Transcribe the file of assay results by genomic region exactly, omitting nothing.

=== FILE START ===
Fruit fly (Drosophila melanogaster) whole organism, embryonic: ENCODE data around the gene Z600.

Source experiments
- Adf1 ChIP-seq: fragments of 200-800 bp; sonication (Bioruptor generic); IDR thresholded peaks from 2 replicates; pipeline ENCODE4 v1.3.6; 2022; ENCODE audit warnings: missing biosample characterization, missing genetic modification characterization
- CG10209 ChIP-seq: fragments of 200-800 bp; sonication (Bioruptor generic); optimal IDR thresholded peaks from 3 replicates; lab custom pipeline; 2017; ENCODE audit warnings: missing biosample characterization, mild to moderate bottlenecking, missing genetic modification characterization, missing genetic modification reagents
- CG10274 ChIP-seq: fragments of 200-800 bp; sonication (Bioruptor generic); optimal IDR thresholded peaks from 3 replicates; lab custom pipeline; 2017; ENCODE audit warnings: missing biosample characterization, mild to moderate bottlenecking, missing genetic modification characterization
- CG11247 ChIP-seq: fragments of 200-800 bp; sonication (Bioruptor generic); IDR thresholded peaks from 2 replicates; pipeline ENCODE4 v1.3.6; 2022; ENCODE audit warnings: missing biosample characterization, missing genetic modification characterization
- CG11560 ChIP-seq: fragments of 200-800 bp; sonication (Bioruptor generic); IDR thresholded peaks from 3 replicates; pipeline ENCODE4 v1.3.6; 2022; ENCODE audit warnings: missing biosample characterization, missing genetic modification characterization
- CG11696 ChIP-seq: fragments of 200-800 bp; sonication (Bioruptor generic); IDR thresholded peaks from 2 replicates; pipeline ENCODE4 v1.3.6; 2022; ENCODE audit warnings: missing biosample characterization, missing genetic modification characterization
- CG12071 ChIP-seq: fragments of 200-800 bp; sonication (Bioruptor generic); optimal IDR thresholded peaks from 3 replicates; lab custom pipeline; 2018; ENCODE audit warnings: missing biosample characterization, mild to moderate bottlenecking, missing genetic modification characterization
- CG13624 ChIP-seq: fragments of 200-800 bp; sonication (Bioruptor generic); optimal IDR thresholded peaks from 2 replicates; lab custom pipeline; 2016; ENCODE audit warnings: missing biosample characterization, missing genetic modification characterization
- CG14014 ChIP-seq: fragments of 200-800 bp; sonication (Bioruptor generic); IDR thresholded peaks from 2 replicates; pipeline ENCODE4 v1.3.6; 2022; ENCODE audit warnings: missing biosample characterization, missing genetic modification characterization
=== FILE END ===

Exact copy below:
Fruit fly (Drosophila melanogaster) whole organism, embryonic: ENCODE data around the gene Z600.

Source experiments
- Adf1 ChIP-seq: fragments of 200-800 bp; sonication (Bioruptor generic); IDR thresholded peaks from 2 replicates; pipeline ENCODE4 v1.3.6; 2022; ENCODE audit warnings: missing biosample characterization, missing genetic modification characterization
- CG10209 ChIP-seq: fragments of 200-800 bp; sonication (Bioruptor generic); optimal IDR thresholded peaks from 3 replicates; lab custom pipeline; 2017; ENCODE audit warnings: missing biosample characterization, mild to moderate bottlenecking, missing genetic modification characterization, missing genetic modification reagents
- CG10274 ChIP-seq: fragments of 200-800 bp; sonication (Bioruptor generic); optimal IDR thresholded peaks from 3 replicates; lab custom pipeline; 2017; ENCODE audit warnings: missing biosample characterization, mild to moderate bottlenecking, missing genetic modification characterization
- CG11247 ChIP-seq: fragments of 200-800 bp; sonication (Bioruptor generic); IDR thresholded peaks from 2 replicates; pipeline ENCODE4 v1.3.6; 2022; ENCODE audit warnings: missing biosample characterization, missing genetic modification characterization
- CG11560 ChIP-seq: fragments of 200-800 bp; sonication (Bioruptor generic); IDR thresholded peaks from 3 replicates; pipeline ENCODE4 v1.3.6; 2022; ENCODE audit warnings: missing biosample characterization, missing genetic modification characterization
- CG11696 ChIP-seq: fragments of 200-800 bp; sonication (Bioruptor generic); IDR thresholded peaks from 2 replicates; pipeline ENCODE4 v1.3.6; 2022; ENCODE audit warnings: missing biosample characterization, missing genetic modification characterization
- CG12071 ChIP-seq: fragments of 200-800 bp; sonication (Bioruptor generic); optimal IDR thresholded peaks from 3 replicates; lab custom pipeline; 2018; ENCODE audit warnings: missing biosample characterization, mild to moderate bottlenecking, missing genetic modification characterization
- CG13624 ChIP-seq: fragments of 200-800 bp; sonication (Bioruptor generic); optimal IDR thresholded peaks from 2 replicates; lab custom pipeline; 2016; ENCODE audit warnings: missing biosample characterization, missing genetic modification characterization
- CG14014 ChIP-seq: fragments of 200-800 bp; sonication (Bioruptor generic); IDR thresholded peaks from 2 replicates; pipeline ENCODE4 v1.3.6; 2022; ENCODE audit warnings: missing biosample characterization, missing genetic modification characterization